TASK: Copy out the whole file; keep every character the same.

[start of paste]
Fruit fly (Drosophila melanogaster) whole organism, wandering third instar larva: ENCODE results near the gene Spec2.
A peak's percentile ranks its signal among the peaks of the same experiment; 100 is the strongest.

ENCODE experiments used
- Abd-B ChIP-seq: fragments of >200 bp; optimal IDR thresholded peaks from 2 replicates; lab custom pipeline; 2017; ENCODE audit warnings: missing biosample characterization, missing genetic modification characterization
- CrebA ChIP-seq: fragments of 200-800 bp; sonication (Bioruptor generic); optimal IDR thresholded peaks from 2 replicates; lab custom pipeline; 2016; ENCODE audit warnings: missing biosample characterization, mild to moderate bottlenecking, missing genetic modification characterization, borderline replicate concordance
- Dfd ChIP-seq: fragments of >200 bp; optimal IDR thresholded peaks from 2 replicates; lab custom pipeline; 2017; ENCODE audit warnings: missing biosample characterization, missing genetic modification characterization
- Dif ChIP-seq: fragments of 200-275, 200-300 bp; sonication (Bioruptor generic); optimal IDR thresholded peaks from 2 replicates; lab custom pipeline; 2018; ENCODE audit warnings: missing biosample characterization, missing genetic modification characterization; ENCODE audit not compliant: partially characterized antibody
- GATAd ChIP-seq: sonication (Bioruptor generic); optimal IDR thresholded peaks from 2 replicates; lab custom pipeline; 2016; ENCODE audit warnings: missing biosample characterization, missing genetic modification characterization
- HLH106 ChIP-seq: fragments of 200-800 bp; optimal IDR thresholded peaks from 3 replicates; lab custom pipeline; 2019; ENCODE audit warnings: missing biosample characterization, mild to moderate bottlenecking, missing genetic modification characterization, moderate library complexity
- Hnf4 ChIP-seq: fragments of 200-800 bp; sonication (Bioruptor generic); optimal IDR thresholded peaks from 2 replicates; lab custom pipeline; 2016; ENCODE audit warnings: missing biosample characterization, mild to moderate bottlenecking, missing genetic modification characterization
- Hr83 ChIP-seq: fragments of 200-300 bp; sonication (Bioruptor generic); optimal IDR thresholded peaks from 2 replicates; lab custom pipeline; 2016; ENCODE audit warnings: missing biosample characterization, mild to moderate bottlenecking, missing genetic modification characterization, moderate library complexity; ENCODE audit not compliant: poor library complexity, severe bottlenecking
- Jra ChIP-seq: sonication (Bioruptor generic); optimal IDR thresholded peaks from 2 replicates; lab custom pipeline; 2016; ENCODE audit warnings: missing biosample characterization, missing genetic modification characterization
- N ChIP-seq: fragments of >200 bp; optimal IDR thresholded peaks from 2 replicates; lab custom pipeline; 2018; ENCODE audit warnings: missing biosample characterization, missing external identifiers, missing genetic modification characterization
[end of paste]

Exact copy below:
Fruit fly (Drosophila melanogaster) whole organism, wandering third instar larva: ENCODE results near the gene Spec2.
A peak's percentile ranks its signal among the peaks of the same experiment; 100 is the strongest.

ENCODE experiments used
- Abd-B ChIP-seq: fragments of >200 bp; optimal IDR thresholded peaks from 2 replicates; lab custom pipeline; 2017; ENCODE audit warnings: missing biosample characterization, missing genetic modification characterization
- CrebA ChIP-seq: fragments of 200-800 bp; sonication (Bioruptor generic); optimal IDR thresholded peaks from 2 replicates; lab custom pipeline; 2016; ENCODE audit warnings: missing biosample characterization, mild to moderate bottlenecking, missing genetic modification characterization, borderline replicate concordance
- Dfd ChIP-seq: fragments of >200 bp; optimal IDR thresholded peaks from 2 replicates; lab custom pipeline; 2017; ENCODE audit warnings: missing biosample characterization, missing genetic modification characterization
- Dif ChIP-seq: fragments of 200-275, 200-300 bp; sonication (Bioruptor generic); optimal IDR thresholded peaks from 2 replicates; lab custom pipeline; 2018; ENCODE audit warnings: missing biosample characterization, missing genetic modification characterization; ENCODE audit not compliant: partially characterized antibody
- GATAd ChIP-seq: sonication (Bioruptor generic); optimal IDR thresholded peaks from 2 replicates; lab custom pipeline; 2016; ENCODE audit warnings: missing biosample characterization, missing genetic modification characterization
- HLH106 ChIP-seq: fragments of 200-800 bp; optimal IDR thresholded peaks from 3 replicates; lab custom pipeline; 2019; ENCODE audit warnings: missing biosample characterization, mild to moderate bottlenecking, missing genetic modification characterization, moderate library complexity
- Hnf4 ChIP-seq: fragments of 200-800 bp; sonication (Bioruptor generic); optimal IDR thresholded peaks from 2 replicates; lab custom pipeline; 2016; ENCODE audit warnings: missing biosample characterization, mild to moderate bottlenecking, missing genetic modification characterization
- Hr83 ChIP-seq: fragments of 200-300 bp; sonication (Bioruptor generic); optimal IDR thresholded peaks from 2 replicates; lab custom pipeline; 2016; ENCODE audit warnings: missing biosample characterization, mild to moderate bottlenecking, missing genetic modification characterization, moderate library complexity; ENCODE audit not compliant: poor library complexity, severe bottlenecking
- Jra ChIP-seq: sonication (Bioruptor generic); optimal IDR thresholded peaks from 2 replicates; lab custom pipeline; 2016; ENCODE audit warnings: missing biosample characterization, missing genetic modification characterization
- N ChIP-seq: fragments of >200 bp; optimal IDR thresholded peaks from 2 replicates; lab custom pipeline; 2018; ENCODE audit warnings: missing biosample characterization, missing external identifiers, missing genetic modification characterization